Earlier this week, parliament thwarted the government's original roll-out plans, deciding that the phone application could not get the green light without a proper legal basis.
The app uses Bluetooth wireless technology to register other phones which come into close proximity. It works by tracing people who may unwittingly have been in prolonged contact with someone who later tested positive for the novel coronavirus.
The pilot phase, due to run until the end of May, will be limited to “a certain population group”, Health Minister Alain Berset told a press conference.
In the meantime, the government will clarify the legal framework necessary for the app and submit it to parliament at the end of May, in the hope that MPs will quickly provide the green light, said Berset.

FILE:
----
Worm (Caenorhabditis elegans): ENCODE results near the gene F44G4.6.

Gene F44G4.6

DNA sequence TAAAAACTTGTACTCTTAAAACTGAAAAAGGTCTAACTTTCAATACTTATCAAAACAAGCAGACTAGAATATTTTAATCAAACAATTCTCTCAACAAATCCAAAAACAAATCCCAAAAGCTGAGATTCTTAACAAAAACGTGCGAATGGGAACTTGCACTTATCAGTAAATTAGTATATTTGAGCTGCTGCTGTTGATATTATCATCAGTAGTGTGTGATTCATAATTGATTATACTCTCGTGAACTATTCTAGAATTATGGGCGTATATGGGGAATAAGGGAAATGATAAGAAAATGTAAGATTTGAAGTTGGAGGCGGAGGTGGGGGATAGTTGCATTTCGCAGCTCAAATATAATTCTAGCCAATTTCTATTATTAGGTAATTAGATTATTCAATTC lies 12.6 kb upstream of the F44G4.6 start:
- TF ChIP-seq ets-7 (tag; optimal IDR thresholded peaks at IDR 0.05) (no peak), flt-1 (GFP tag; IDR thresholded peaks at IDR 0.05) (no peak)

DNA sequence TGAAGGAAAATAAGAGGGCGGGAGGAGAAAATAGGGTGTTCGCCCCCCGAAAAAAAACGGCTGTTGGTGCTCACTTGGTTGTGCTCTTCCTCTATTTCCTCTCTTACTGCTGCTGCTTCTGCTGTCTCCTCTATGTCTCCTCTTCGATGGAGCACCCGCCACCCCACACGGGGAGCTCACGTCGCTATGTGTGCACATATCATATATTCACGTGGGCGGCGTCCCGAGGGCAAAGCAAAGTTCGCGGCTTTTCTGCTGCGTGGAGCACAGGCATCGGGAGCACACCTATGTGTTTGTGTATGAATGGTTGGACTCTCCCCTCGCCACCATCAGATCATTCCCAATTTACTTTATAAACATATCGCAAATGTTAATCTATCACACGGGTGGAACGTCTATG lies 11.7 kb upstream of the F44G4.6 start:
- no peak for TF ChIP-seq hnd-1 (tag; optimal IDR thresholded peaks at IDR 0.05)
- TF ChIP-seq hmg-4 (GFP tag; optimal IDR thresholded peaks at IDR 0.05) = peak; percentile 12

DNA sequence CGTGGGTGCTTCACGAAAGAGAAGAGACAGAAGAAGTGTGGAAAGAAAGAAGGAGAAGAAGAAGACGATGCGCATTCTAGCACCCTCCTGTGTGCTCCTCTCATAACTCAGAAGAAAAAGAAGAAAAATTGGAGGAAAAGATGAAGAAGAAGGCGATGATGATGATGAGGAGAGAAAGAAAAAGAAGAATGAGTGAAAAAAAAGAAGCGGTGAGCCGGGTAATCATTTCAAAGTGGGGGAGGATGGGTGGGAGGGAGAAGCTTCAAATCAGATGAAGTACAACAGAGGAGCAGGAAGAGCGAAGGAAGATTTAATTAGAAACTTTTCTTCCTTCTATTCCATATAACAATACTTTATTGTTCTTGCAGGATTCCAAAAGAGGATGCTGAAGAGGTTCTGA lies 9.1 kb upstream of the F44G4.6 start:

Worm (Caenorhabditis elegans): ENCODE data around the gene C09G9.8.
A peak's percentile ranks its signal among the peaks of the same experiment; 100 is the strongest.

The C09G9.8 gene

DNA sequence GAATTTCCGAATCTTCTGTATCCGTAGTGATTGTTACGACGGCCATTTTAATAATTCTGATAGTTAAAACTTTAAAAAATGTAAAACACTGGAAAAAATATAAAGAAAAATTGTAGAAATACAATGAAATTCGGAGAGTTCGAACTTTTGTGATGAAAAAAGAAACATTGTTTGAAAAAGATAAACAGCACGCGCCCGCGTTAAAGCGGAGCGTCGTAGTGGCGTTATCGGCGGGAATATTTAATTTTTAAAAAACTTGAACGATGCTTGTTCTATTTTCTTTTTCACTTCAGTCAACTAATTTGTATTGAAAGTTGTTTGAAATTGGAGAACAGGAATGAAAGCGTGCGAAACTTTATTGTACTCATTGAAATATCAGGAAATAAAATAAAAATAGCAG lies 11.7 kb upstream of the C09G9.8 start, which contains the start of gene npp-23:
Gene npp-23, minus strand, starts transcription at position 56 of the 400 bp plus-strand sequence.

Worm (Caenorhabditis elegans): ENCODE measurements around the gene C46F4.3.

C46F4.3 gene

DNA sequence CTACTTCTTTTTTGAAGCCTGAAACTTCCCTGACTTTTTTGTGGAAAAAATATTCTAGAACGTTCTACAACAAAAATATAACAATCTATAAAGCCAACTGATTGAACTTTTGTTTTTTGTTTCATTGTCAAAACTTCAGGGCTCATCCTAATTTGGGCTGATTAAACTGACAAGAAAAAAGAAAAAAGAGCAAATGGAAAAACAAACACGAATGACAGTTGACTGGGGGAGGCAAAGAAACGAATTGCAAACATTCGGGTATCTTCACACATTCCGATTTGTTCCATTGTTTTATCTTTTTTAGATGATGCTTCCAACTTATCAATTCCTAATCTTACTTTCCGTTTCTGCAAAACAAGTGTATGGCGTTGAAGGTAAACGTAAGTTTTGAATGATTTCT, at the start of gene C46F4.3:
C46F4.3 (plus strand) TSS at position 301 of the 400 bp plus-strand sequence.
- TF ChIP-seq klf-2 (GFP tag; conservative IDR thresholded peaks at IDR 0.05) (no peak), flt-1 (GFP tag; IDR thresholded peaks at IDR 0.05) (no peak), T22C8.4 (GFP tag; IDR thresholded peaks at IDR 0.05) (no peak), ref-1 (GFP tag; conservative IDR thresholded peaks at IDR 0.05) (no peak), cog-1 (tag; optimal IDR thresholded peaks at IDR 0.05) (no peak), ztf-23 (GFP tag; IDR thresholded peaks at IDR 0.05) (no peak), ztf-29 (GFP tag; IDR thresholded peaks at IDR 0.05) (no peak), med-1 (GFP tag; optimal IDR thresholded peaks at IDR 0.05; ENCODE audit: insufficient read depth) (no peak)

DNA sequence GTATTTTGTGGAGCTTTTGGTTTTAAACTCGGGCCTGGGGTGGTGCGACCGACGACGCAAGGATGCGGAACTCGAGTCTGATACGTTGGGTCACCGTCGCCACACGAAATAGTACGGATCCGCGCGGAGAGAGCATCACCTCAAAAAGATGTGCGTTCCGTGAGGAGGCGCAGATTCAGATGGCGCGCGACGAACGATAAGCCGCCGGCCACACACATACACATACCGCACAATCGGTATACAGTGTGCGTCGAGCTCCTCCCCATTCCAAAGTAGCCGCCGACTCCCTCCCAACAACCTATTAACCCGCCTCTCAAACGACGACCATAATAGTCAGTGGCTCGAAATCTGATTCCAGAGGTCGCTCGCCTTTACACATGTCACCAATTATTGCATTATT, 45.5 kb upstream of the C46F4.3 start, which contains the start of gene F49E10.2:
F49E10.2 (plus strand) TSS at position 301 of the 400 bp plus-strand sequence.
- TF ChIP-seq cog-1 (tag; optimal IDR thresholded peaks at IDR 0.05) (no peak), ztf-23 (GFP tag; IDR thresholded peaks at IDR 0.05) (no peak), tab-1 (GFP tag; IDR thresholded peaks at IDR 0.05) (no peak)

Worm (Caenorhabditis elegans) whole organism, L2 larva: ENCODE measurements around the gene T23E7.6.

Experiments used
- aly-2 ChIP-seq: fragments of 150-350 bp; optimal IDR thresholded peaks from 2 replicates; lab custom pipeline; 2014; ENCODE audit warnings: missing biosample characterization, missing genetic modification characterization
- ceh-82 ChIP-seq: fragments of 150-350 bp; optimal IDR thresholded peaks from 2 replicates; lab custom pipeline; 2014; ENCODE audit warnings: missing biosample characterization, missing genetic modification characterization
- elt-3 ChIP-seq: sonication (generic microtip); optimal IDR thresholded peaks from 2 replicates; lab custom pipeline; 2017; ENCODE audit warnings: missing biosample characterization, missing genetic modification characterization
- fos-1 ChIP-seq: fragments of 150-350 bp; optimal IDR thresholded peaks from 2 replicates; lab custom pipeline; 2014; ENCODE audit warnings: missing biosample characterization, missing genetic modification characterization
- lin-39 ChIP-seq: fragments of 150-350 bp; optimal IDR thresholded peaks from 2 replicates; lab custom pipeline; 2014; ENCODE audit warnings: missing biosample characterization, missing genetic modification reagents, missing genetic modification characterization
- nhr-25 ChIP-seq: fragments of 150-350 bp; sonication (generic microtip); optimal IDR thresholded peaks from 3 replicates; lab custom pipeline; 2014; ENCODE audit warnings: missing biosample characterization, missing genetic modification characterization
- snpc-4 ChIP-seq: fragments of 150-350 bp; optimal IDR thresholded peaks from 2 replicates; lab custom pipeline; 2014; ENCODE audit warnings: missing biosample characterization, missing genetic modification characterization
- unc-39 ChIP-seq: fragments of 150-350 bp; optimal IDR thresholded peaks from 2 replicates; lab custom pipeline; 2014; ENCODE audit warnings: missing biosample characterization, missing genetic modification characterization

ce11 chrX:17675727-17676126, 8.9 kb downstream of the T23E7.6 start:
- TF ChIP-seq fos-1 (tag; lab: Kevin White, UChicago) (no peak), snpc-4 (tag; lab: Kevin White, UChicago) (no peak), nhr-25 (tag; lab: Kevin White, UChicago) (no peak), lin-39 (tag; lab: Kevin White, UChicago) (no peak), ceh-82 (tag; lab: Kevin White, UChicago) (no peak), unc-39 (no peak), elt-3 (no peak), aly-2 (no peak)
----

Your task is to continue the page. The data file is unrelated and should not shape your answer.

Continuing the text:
“If parliament says no, it's over” for the app, he said.
Berset also called on hackers to come forward to test the app's defences — particularly on data protection.
If the app is authorised by parliament, it will be optional and no personal data or location information will be used, the government said. COVID-19 has killed 1,525 people in Switzerland, while 30,124 have tested positive, according to daily health ministry figures out Friday.
The Alpine nation stopped short of imposing strict confinement in measures introduced in mid-March aimed at stopping the spread of the virus. It is gradually lifting its lockdown restrictions.
Barbers, florists, family doctors and hardware stores were allowed to reopen on April 27.
Schools, restaurants, museums and libraries will be allowed to reopen from Monday, as long as appropriate personal protection is in place.